I still don't understand why would someone chose to abandon Git, yet insist on keeping the learned use of Git's command switches

I can imagine a why, having been in similar circumstances. Suppose you are using VCS brand X, which your employer insists is its standard VCS, if not the cat's meow. You use it frequently, enough that the everyday interactions with it are committed to "finger memory". Yet you wish to either try fossil or use it for real work, either separate little projects, checkpointing, or recourse when the brand X server is down yet again. In that circumstance, being able to use fossil for the common, simple VCS tasks, without having to abandon finger memory or give it much thought [a], would be a boon.

[a. I have long maintained that brain cycles can be a scarce resource, especially when one is deeply immersed in real software issues. So reducing the drain of administrative tasks, such as checkpointing, is worth something. ]

(30) By geburashka on 2020-04-17 01:29:24 in reply to 22 [link] [source]

I wrote up a git amend equivalent in fossil here with an explanation/comparison with git.

I'd love to have it as a single command though. I hacked a small script which mostly works...



my $tip;

if (`fossil time -n 1` =~ /.*\[(.*)\]/) {
        $tip = $1

die "Where's the tip?" unless defined $tip;

system "fossil amend $tip --branch oops --hide";
system "fossil update trunk";
system "fossil revert -r $tip *";

(13) By Kevin (kevgrig) on 2020-04-12 20:38:24 in reply to 11 [link] [source]

Hey Richard,

"git status" shows unmanaged files, where as "fossil status" does not. To see unmanaged files in Fossil use the "fossil extras" command.

Is there a reason $(fossil status) doesn't show unmanaged files? It would help users transitioning from git (alternatively, there could be a "Fossil for Git users" wiki page that highlights these common questions).

A repository and a check-out are separate entities in Fossil

I like this approach; however, I found it slightly confusing that your Quick Start shows creating the repository and check-out in the same directory. That's why I placed them into separate directories intuitively in the draft.

Another surprising thing I found so far was that $(fossil mv) didn't actually do the move as $(git mv) would.

Finally, I still haven't fully figured out the equivalent of a .gitignore file, although I haven't had the time to fully investigate ignore-glob and how it works with a setting set in a check-out versus pushed to a repository versus .fossil-settings.

If I run into anything that I find particularly difficult or surprising, I'll let you all know.


(14) By Larry Brasfield (LarryBrasfield) on 2020-04-12 21:06:52 in reply to 13 [link] [source]

Agree that repo in another directory may be less confusing, although that has been common practice since RCS became passe.

(And somewhat off-topic for this thread ...) Here is a short exploration regarding .gitignore functionality:

fo help settings
fo settings | grep ignore
fo help ignore-glob
fo settings ignore-glob *.obj,*.exe,*~
fo settings ignore-glob

You can guess what 'fo' means. Here is another useful alias which could obviate your desire for a 'git status' emulation:

> alias fowhat
echo === Changes: && fossil changes && echo === Extra: && fossil extra

(17) By Kevin (kevgrig) on 2020-04-13 00:16:46 in reply to 14 [link] [source]

Thanks Larry!

(15) By Venks I (venks) on 2020-04-12 21:19:39 in reply to 13 [link] [source]

Check out the --hard option to fossil mv

(18) By Kevin (kevgrig) on 2020-04-13 00:17:05 in reply to 15 [link] [source]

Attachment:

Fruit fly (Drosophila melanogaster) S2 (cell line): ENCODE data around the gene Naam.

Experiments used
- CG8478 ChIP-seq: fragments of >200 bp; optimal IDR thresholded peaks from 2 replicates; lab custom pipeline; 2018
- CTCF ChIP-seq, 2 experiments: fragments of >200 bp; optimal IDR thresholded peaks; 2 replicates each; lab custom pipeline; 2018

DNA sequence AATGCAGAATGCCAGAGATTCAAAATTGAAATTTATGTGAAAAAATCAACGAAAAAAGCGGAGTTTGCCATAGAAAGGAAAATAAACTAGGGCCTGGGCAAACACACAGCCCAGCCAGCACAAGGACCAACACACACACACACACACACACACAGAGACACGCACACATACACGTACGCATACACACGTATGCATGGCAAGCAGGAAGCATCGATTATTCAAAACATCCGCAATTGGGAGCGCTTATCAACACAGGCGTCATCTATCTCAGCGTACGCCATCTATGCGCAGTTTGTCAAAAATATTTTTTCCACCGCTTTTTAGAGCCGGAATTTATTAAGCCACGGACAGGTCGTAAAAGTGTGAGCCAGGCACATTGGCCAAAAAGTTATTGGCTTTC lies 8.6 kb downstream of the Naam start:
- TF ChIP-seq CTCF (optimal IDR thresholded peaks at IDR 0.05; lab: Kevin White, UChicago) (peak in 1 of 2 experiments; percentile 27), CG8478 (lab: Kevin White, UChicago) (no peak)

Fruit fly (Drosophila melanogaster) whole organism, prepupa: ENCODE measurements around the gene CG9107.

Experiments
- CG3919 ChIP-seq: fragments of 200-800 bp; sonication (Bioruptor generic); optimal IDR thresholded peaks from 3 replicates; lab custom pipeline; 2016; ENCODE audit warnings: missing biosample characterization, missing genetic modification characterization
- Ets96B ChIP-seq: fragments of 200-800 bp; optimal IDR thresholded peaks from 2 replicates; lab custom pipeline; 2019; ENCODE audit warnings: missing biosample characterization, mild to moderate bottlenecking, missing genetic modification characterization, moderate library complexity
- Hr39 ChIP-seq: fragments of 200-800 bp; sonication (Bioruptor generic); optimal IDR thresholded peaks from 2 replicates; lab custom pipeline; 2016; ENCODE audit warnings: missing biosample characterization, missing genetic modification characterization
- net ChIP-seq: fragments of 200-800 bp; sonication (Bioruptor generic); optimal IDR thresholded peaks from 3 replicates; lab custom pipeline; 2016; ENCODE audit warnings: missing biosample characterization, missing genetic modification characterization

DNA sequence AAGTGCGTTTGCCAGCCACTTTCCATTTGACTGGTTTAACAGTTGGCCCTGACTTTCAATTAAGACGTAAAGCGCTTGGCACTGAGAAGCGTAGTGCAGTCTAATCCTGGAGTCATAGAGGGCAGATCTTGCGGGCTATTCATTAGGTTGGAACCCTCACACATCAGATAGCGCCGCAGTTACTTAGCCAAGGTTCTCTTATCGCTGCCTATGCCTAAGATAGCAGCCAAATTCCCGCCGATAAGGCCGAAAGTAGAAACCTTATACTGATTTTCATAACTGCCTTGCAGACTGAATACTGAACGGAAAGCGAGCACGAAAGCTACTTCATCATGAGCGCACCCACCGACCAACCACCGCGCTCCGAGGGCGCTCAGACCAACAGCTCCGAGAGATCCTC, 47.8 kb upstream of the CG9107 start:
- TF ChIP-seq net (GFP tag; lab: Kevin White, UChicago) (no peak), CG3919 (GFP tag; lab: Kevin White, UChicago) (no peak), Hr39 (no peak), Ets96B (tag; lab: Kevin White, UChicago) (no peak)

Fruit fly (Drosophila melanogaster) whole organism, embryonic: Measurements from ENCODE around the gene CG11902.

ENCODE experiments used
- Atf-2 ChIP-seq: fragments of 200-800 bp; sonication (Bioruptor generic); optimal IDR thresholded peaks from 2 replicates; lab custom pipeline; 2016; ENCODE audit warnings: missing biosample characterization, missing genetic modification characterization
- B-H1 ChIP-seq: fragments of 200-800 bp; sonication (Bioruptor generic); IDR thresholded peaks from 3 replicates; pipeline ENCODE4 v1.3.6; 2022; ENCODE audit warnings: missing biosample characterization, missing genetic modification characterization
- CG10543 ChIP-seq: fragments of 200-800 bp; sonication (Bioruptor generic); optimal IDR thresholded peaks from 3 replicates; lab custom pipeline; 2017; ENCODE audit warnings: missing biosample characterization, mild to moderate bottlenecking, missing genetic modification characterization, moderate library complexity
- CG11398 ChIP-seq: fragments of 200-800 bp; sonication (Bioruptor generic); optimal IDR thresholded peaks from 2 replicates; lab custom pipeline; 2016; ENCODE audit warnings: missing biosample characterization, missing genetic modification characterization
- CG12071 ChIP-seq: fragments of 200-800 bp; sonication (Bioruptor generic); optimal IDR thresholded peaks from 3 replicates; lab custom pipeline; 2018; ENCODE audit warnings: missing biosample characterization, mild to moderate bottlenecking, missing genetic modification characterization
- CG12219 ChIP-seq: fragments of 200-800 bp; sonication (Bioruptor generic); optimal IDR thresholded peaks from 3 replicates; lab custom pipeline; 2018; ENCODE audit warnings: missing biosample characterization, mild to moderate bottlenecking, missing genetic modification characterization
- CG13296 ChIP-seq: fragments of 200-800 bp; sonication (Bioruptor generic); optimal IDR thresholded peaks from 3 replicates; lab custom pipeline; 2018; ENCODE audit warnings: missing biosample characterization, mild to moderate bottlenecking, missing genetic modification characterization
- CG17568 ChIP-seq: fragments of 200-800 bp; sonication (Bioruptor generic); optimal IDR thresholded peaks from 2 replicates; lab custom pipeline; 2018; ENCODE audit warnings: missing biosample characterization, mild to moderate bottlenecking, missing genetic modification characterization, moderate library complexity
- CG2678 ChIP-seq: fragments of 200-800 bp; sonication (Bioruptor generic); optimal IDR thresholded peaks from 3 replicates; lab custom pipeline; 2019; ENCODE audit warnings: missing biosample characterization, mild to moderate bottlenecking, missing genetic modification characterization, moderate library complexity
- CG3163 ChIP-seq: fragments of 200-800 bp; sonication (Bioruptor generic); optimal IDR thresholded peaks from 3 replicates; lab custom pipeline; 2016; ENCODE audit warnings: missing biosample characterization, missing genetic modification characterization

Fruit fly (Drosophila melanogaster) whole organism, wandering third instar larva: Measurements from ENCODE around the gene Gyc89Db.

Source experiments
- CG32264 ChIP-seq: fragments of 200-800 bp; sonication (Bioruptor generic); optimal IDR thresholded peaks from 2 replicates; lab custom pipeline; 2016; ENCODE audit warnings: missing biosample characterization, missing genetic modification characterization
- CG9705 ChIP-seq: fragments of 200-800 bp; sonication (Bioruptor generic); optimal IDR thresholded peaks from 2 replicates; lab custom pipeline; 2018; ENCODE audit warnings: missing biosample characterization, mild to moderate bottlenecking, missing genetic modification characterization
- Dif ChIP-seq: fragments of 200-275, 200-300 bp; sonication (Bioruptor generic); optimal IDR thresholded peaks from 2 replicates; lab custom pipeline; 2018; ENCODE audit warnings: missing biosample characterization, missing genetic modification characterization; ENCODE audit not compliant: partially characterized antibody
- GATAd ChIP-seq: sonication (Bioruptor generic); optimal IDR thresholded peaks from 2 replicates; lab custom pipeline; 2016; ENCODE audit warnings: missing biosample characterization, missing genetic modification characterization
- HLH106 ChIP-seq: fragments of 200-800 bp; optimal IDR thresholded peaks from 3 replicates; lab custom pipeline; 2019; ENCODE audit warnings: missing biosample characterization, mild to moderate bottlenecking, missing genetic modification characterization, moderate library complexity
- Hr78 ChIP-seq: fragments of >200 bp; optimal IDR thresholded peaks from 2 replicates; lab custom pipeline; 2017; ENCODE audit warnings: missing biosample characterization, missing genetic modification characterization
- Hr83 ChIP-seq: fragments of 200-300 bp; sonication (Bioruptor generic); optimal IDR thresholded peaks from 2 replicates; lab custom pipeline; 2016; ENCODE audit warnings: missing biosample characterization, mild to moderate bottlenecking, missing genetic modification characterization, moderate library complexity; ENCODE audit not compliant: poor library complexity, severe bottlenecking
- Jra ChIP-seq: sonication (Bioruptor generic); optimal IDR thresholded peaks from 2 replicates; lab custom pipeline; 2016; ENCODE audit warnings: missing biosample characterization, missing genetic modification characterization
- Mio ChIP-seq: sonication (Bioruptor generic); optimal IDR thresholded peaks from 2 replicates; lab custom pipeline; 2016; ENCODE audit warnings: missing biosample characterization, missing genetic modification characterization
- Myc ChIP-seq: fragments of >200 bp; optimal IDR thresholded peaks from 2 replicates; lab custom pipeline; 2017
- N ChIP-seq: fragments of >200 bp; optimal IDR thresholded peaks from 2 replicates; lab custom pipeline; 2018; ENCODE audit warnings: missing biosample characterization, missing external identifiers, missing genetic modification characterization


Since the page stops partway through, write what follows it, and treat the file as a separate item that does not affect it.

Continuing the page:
Thanks Venks, that's useful.

(19) By Andy Bradford (andybradford) on 2020-04-13 03:46:25 in reply to 13 [link] [source]

> Is there a reason $(fossil status) doesn't show unmanaged files?

Probably because it is considered too much clutter. I don't like how git
always  shows me  files that  are not  pertinent in  the repository  and
praise Fossil  for having taken the  direction it did in  not displaying
unrelated files except when explicitly asked for with "fossil extras".

Git's  model would  have me  maintain a  .gitignore all  the time  and I
prefer maintenance free operation.



(20) By anonymous on 2020-04-13 06:27:01 in reply to 19 [link] [source]

Is there a reason $(fossil status) doesn't show unmanaged files?

Probably because it is considered too much clutter.

I prefer the "clutter", so an alias like Larry's.

I'd rather keep the ignore settings upto date than forgo a reminder in case I forget to add a file. (I hate when someone else's build fails because I forgot to add a file.)

(24.1) By Kevin (kevgrig) on 2020-04-14 00:41:18 edited from 24.0 in reply to 19 [link] [source]

Hi Andy,

I think it's a common mistake by users of a DCVS to forget to check and push something in, thus the value of an explicit .gitignore file and showing extras in status for git; however, Fossil's philosophical difference is reasonable. But I think that further supports the idea of a "Fossil for Git users" wiki page. I'll keep this in mind as I play with Fossil more and I'll submit a draft at some point if it accumulates to more than a couple bullet points.

Edit: Nevermind, I see Richard just created such a page. Thanks Richard!

(16) By Larry Brasfield (LarryBrasfield) on 2020-04-12 22:09:21 in reply to 9 [link] [source]

Fossil has quite useful and sufficient built-in help already, so this might be gilding the lily. Nevertheless ...

Looking at the Quick Start Guide, I see plenty of tips and links about doing this and that, but nothing on getting fossil itself to reveal more about doing things.

I think a section on using fossil's help in the Quick Start Guide, or

  See the Quick Start Guide for more detail, or enter 'fossil help help'.

in the intro page 'Quick Start' section would be helpful and encouraging to new or would-be new users. It is very discoverable, and that merits being learned early.